The last and longest part of the story is Morpheus’ search for his ruby, a stone that had been misused by a villain known as Doctor Destiny (William Hope). John Dee, the man under the villainous identity, is in Arkham Asylum, his ruby locked away, but he soon escapes and heads to where its stored at the same time as Dream heads there after getting a tip off from the Martian Manhunter. Morpheus is knocked unconscious by his own corrupted ruby, allowing Mr. Dee to become Doctor Destiny once more. He wreaks havoc on the world, especially a set of people in a diner (more on that later…) before having another showdown with Morpheus, who begins to win, leading Destiny to panic and assume breaking the ruby would kill his opponent dead, but instead it frees all the power from the object and sends it back into Dream, restoring him to his full power. Instead of killing his clearly crazed foe, Morpheus just returns him to his cell in Arkham and leaves him there, which really is more punishment that straight up killing him.

Now back to his full power the final part/chapter of this volume of the story sees Morpheus sulking in a park and meeting his sister, Death (Kat Dennings). She takes him on her rounds and cheers him up a bit, which given her rounds is meeting people as they just died to send them on to the afterlife is a bit weird, but there you go! A nice little epilogue to the first story arc.

The Bad:

Sadly the biggest “bad” in this production is the choice of narrator. I understand getting original author Neil Gaiman to read the narration made sense in their heads, but sadly as he’s not an actor and he ends up reading the narration pretty straight, only adding occasional pauses and short breaths that gets a bit tiresome after a while. I mean, I prefer the Big Finish style Audio Dramas anyway, ones that lack narration entirely, so it’s kind of distracting to hear so much Audiobook style narration as it is, but it could’ve worked had the narrator sounded more… bothered and added some emotion into it a bit, or at least some variety in tones depending on what he’s describing…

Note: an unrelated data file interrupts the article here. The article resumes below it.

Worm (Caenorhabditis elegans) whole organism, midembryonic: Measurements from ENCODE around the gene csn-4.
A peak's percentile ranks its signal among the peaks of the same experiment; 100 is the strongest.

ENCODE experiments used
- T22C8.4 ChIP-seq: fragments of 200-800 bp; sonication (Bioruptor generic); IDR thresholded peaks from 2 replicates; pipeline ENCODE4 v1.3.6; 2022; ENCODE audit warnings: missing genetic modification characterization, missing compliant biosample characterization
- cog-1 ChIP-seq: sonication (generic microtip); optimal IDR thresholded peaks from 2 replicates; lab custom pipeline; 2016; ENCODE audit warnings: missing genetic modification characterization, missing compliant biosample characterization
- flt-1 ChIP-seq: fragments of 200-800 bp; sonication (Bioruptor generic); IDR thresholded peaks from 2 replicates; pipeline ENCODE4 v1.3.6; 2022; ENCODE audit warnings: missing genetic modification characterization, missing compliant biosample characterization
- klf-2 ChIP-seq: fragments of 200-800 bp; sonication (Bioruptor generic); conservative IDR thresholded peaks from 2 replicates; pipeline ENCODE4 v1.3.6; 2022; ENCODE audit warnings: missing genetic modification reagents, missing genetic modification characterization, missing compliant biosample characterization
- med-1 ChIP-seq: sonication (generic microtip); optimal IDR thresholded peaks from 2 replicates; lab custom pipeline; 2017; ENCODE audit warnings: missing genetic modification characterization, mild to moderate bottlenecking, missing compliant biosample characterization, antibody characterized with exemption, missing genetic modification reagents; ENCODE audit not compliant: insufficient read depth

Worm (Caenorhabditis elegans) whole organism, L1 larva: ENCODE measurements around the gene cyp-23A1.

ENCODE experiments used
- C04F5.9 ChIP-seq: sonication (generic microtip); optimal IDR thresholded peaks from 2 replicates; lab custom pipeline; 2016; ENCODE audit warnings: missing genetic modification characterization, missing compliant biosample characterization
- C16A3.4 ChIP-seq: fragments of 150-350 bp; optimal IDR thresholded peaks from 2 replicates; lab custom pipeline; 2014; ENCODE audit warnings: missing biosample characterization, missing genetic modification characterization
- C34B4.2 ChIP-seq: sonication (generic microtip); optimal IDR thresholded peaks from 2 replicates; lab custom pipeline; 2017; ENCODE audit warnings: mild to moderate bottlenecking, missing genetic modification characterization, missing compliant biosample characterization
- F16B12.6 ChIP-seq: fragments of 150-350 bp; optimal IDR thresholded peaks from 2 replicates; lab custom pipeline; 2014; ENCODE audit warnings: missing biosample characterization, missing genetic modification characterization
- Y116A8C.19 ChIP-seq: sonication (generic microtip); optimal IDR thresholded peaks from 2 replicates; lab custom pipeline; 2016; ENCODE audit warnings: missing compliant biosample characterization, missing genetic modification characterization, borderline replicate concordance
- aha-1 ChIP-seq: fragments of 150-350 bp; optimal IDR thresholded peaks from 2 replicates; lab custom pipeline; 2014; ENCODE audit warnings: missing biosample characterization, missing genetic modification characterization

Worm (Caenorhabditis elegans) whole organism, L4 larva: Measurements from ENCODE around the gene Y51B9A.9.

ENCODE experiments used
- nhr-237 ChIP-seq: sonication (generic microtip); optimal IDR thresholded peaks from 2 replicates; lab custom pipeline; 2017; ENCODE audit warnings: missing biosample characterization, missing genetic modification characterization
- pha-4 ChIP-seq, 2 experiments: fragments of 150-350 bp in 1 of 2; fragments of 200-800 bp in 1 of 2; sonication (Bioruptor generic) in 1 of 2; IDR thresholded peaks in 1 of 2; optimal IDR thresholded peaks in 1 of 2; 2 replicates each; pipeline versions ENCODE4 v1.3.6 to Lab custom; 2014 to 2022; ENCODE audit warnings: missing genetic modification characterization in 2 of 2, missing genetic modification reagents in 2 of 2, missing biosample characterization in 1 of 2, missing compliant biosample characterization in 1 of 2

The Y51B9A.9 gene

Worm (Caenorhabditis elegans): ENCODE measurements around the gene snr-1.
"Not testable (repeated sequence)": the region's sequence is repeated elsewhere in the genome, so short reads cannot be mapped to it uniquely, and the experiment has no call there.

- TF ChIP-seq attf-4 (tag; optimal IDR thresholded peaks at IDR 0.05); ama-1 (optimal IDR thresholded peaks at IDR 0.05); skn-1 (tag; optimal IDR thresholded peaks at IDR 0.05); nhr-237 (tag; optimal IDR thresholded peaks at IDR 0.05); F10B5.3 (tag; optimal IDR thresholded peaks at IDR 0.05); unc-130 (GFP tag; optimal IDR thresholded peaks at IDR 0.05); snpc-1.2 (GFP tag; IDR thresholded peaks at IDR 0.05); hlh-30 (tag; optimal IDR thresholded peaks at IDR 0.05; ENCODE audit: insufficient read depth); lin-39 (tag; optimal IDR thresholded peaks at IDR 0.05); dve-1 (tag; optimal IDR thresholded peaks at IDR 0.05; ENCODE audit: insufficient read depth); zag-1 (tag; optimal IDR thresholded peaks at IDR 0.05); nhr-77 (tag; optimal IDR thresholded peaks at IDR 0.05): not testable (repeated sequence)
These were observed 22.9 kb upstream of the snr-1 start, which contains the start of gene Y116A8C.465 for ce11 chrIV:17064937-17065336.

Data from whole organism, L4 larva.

The infamous chapter where Doctor Destiny spends the entire time slowly torturing a group of people at a diner for 24 hours while waiting for Morpheus to find him isn’t very fun to hear played out over 30 minutes or so. The twisted dark humour just about worked on the comic page, but just hearing people giving in to desires, being terrified about nightmares and generally murdering each other wasn’t very comfortable listening. I don’t think you could’ve removed it from the adaptation, mind you, so I guess it’s still best it was in, but I didn’t really enjoy it. Not looking forward to another infamous chapter that caps off the third volume…

Overall Thoughts:

The first half (as the next two volumes are only four chapters long) of The Sandman is a great and unique tale, but I’m not sure the audio adaptation should be your port of call, unless your unable to read comics or think they’re in some way a medium that’s beneath you (if so, shame on you!) The actual voice acting is fine but the narration is dry and sometimes excessive, and generally it’s not easy to picture some of the bizarre locales and characters that fill the story, I’d wager. Actually I’d be interested in hearing from someone who never had any interest in the comics but listened to this, maybe having read the comics and having a lot of respect for them has dulled my enjoyment a bit? Who knows! I will be listening to the rest, but I listened to this in bits here and there over the last month or so, so I don’t know how quickly I’ll get through them… Overall, it’s fine but also somewhat pointless… which is what my initial reaction was, now that I read this review back…

Leave a Reply

Fill in your details below or click an icon to log in: Logo

You are commenting using your account. Log Out /  Change )

Twitter picture

You are commenting using your Twitter account. Log Out /  Change )

Facebook photo

You are commenting using your Facebook account. Log Out /  Change )

Connecting to %s